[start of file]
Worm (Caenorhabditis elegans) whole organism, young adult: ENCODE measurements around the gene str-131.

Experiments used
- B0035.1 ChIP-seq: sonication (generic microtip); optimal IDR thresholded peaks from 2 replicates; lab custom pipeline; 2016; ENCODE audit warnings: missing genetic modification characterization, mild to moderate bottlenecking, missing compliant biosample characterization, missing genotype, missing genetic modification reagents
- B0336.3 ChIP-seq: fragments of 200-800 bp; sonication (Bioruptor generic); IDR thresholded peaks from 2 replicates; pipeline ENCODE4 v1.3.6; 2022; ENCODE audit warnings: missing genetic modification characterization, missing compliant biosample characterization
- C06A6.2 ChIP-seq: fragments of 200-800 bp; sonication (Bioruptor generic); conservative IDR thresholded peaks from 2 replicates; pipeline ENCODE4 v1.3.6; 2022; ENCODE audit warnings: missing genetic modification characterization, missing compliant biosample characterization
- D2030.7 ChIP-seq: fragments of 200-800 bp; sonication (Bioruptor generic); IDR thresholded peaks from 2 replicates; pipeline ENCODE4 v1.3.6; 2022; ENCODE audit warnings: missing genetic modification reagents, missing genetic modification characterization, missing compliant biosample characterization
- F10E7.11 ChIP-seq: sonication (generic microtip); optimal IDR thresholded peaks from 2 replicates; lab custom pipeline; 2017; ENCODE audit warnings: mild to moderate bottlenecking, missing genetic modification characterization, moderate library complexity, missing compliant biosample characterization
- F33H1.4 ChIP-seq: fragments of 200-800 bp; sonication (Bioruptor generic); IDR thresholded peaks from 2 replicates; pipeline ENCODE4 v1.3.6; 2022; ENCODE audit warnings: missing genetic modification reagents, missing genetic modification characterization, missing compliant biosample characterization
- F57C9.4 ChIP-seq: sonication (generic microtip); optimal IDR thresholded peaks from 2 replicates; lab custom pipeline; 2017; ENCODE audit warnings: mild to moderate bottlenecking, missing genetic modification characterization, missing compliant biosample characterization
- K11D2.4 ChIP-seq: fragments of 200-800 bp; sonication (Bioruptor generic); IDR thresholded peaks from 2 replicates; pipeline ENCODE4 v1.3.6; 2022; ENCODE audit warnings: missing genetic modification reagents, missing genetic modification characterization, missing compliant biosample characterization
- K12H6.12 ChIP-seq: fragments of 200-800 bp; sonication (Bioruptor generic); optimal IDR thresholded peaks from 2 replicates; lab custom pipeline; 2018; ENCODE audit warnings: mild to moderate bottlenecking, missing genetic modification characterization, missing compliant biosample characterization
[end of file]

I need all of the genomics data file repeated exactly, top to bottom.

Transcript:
Worm (Caenorhabditis elegans) whole organism, young adult: ENCODE measurements around the gene str-131.

Experiments used
- B0035.1 ChIP-seq: sonication (generic microtip); optimal IDR thresholded peaks from 2 replicates; lab custom pipeline; 2016; ENCODE audit warnings: missing genetic modification characterization, mild to moderate bottlenecking, missing compliant biosample characterization, missing genotype, missing genetic modification reagents
- B0336.3 ChIP-seq: fragments of 200-800 bp; sonication (Bioruptor generic); IDR thresholded peaks from 2 replicates; pipeline ENCODE4 v1.3.6; 2022; ENCODE audit warnings: missing genetic modification characterization, missing compliant biosample characterization
- C06A6.2 ChIP-seq: fragments of 200-800 bp; sonication (Bioruptor generic); conservative IDR thresholded peaks from 2 replicates; pipeline ENCODE4 v1.3.6; 2022; ENCODE audit warnings: missing genetic modification characterization, missing compliant biosample characterization
- D2030.7 ChIP-seq: fragments of 200-800 bp; sonication (Bioruptor generic); IDR thresholded peaks from 2 replicates; pipeline ENCODE4 v1.3.6; 2022; ENCODE audit warnings: missing genetic modification reagents, missing genetic modification characterization, missing compliant biosample characterization
- F10E7.11 ChIP-seq: sonication (generic microtip); optimal IDR thresholded peaks from 2 replicates; lab custom pipeline; 2017; ENCODE audit warnings: mild to moderate bottlenecking, missing genetic modification characterization, moderate library complexity, missing compliant biosample characterization
- F33H1.4 ChIP-seq: fragments of 200-800 bp; sonication (Bioruptor generic); IDR thresholded peaks from 2 replicates; pipeline ENCODE4 v1.3.6; 2022; ENCODE audit warnings: missing genetic modification reagents, missing genetic modification characterization, missing compliant biosample characterization
- F57C9.4 ChIP-seq: sonication (generic microtip); optimal IDR thresholded peaks from 2 replicates; lab custom pipeline; 2017; ENCODE audit warnings: mild to moderate bottlenecking, missing genetic modification characterization, missing compliant biosample characterization
- K11D2.4 ChIP-seq: fragments of 200-800 bp; sonication (Bioruptor generic); IDR thresholded peaks from 2 replicates; pipeline ENCODE4 v1.3.6; 2022; ENCODE audit warnings: missing genetic modification reagents, missing genetic modification characterization, missing compliant biosample characterization
- K12H6.12 ChIP-seq: fragments of 200-800 bp; sonication (Bioruptor generic); optimal IDR thresholded peaks from 2 replicates; lab custom pipeline; 2018; ENCODE audit warnings: mild to moderate bottlenecking, missing genetic modification characterization, missing compliant biosample characterization